Facebook And Partners Back Internet.org For Global Internet Access

Tom Jowitt is a leading British tech freelance and long standing contributor to TechWeek Europe

Mark Zuckerberg announces the Internet.org project that aims to bring cheaper internet access to the world’s developing countries

Facebook’s CEO and founder Mark Zuckerberg, has today announced the launch of Internet.org, a project involving some of the leading IT players that aims to make internet access to available to the developing world.

The highly ambitious project aims to make internet access cheaper for people around the world when using their smartphones and mobile devices.

Cynical Ploy?

Facebook has 1.15 billion monthly active users (as of June), and cynics might argue that the project is simply a bid to expand its market now that the social networking platform has reached saturation point in many Western markets.

More than one in seven people in the world use Facebook, and now the company wants to make “internet access available to the next 5 billion people,”, i.e. the remaining two thirds of the world that doesn’t have internet access. Currently, one third of the planet’s population (about 2.7 billion people) have internet access.

Ericsson, Nokia, Opera, Samsung and Qualcomm have all joined internet.org, promising to “develop joint projects, share knowledge, and mobilise industry and governments to bring the world online.”

“Everything Facebook has done has been about giving all people around the world the power to connect,” Zuckerberg said. “There are huge barriers in developing countries to connecting and joining the knowledge economy. Internet.org brings together a global partnership that will work to overcome these challenges, including making internet access available to those who cannot currently afford it”

Smartphones In Africa

Internet.org is therefore concentrating on three core challenges.

Firstly it will seek to make internet access more affordable for mobile devices; secondly it wants to improve efficiency by ‘dramatically reducing’ the amount of data that apps and internet experiences consume. And thirdly it seeks to help businesses drive access with the creation of ‘new sustainable business models.’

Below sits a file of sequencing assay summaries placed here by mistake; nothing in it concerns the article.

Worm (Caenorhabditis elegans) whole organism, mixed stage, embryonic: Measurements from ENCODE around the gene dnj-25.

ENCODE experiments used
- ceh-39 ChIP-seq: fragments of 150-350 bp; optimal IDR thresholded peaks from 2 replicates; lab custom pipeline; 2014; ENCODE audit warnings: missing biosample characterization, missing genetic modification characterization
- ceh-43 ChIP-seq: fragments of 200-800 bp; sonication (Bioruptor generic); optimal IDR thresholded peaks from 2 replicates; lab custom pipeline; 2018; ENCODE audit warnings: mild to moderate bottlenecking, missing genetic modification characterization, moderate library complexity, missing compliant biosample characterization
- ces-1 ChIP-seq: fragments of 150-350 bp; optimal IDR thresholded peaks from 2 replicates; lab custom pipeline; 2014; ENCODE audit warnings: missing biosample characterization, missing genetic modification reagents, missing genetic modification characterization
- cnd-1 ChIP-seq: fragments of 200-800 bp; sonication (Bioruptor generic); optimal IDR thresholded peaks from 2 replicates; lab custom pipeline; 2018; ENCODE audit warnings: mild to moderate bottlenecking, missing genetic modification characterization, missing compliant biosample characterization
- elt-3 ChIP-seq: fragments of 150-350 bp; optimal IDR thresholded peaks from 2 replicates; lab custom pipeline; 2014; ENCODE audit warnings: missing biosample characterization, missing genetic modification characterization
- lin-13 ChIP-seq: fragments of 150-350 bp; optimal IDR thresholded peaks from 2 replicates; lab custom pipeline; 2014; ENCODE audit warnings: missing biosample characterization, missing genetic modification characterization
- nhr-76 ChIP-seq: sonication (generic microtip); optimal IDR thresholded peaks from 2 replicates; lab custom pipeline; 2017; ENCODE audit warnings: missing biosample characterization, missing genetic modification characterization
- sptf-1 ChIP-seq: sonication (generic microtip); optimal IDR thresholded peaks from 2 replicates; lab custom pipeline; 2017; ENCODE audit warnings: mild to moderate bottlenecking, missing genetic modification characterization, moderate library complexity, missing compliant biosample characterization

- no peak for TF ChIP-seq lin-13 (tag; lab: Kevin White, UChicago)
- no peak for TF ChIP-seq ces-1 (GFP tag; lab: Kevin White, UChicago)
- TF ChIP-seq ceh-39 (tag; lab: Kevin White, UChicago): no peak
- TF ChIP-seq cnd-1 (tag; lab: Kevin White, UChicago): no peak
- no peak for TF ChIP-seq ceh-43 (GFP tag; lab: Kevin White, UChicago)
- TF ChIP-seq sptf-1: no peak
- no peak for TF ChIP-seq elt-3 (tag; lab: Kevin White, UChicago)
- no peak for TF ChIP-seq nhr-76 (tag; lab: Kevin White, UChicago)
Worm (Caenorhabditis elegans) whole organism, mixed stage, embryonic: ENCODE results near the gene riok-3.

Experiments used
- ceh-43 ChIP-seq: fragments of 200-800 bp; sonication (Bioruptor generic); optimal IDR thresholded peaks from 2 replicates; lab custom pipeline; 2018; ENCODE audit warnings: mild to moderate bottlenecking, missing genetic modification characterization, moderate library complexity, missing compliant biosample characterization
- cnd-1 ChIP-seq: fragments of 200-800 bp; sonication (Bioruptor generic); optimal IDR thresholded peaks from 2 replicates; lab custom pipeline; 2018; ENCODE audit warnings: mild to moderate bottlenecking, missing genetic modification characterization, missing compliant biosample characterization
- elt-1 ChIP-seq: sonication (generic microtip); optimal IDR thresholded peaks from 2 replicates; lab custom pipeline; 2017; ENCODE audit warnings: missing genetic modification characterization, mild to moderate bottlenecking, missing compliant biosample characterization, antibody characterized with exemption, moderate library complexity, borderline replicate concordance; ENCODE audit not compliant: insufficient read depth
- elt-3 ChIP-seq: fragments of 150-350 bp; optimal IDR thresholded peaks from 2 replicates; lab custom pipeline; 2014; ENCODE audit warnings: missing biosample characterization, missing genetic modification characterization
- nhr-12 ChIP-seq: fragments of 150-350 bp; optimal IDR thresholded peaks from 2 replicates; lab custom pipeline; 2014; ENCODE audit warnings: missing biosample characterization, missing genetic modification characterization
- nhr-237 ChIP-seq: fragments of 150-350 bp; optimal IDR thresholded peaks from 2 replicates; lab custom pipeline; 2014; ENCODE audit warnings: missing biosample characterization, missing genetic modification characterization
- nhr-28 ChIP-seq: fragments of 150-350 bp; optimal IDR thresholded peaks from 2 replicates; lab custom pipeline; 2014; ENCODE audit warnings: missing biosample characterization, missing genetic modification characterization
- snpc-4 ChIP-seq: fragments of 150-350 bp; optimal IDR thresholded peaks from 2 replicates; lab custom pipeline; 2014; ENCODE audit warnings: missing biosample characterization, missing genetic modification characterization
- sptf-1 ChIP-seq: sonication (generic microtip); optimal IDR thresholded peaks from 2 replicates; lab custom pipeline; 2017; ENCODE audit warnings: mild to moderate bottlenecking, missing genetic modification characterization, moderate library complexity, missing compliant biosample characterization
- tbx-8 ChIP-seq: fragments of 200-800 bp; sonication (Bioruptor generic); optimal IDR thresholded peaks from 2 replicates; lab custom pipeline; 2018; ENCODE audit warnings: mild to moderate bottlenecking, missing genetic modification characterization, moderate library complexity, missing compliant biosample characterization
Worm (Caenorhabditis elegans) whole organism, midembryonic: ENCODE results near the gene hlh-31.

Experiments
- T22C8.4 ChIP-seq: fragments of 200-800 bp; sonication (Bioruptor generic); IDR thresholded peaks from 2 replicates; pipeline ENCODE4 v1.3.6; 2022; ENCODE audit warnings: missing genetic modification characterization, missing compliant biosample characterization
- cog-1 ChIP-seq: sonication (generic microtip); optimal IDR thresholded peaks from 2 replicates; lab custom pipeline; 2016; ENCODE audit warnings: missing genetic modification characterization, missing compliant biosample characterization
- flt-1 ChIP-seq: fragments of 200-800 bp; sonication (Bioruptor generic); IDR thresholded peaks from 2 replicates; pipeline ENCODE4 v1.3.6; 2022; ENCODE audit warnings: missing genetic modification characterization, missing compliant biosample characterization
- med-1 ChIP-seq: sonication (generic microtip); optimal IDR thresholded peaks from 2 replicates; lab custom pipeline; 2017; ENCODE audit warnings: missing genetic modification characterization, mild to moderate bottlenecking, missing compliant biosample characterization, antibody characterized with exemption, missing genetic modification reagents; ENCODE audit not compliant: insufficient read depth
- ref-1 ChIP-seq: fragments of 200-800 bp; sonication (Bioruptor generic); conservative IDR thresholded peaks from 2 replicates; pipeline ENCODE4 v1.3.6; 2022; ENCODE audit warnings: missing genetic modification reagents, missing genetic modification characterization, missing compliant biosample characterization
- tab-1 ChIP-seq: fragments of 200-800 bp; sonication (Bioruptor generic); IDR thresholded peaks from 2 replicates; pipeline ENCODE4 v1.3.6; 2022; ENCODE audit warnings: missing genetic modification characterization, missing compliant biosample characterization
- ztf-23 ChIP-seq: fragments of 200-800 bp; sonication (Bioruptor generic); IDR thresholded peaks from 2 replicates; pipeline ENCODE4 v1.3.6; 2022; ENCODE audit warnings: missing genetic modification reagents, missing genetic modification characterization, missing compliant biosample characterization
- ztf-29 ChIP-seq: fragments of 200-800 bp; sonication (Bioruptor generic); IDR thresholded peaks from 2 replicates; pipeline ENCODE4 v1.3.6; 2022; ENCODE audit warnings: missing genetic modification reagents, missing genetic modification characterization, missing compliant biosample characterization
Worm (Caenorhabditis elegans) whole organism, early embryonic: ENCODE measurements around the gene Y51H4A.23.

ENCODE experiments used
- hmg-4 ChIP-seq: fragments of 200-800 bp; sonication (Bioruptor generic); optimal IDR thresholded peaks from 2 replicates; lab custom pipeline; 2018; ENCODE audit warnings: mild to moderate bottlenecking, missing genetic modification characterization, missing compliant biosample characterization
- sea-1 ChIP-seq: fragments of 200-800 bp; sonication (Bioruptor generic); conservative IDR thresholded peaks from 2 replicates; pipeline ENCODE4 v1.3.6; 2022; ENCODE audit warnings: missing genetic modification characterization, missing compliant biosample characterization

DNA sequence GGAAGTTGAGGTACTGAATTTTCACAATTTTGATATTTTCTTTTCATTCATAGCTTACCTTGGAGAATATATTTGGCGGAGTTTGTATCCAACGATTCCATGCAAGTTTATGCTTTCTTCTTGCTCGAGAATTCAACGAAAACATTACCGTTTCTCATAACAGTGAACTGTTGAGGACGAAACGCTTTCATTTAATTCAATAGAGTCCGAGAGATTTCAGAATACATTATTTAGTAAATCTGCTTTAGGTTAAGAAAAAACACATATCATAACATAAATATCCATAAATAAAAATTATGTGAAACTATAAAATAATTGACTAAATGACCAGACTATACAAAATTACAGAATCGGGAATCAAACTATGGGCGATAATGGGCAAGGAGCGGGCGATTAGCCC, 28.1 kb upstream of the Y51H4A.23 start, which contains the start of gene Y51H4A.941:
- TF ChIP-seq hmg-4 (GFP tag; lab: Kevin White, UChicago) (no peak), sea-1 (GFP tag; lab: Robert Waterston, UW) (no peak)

africa1“For more than 100 years, Ericsson has been enabling communications for all and today more than 6 billion people in the world have access to mobile communications,” said Hans Vestberg, President and CEO of Ericsson. “We are committed to shaping the Networked Society – where everyone and everything will be connected in real time; creating the freedom, empowerment and opportunity to transform society. We believe affordable connectivity and internet access improves people’s lives and helps build a more sustainable planet and therefore we are excited to participate in the internet.org initiative.”

“Nokia is deeply passionate about connecting people – to one another and the world around them,” said Nokia president and CEO Stephen Elop. “Over the years, Nokia has connected well over a billion people. Our industry is now at an exciting inflection point where Internet connectivity is becoming more affordable and efficient for consumers while still offering them great experiences. Universal internet access will be the next great industrial revolution.”

“This new initiative has big potential to help accelerate access to the Internet for everyone,” said JK Shin, CEO and president of the IT & mobile communications division at Samsung Electronics. “We’re focused on delivering high quality mobile devices to ensure that the next five billion people have great mobile Internet experiences.”

Medicine Or Internet?

Facebook and co are not the only tech vendors interested in pushing internet access to the developing world.

In June Google for example launched 30 high-altitude, solar-powered balloons in New Zealand. The balloons (known as Project Loon) are capable of delivering Internet access at 3G speeds to specialised antennas on the ground below. The idea is that these wireless blimp networks could be rolled out to Africa and other regions where internet access is patchy.

However the idea that internet access is high on the list of people’s priorities in places like Africa was given short shrift by Microsoft’s co-founder and current chairman, Bill Gates.

Bill Gates is of course well known for his charitable work in the developing world, and is one of the main drivers behind projects to eradicate polio and malaria.

During an interview with Bloomberg Businessweek earlier this month, Gates was asked whether he thought bringing internet to parts of the world would help solve problems.

“When you’re dying of malaria, I suppose you’ll look up and see that balloon, and I’m not sure how it’ll help you,” Gates replied.

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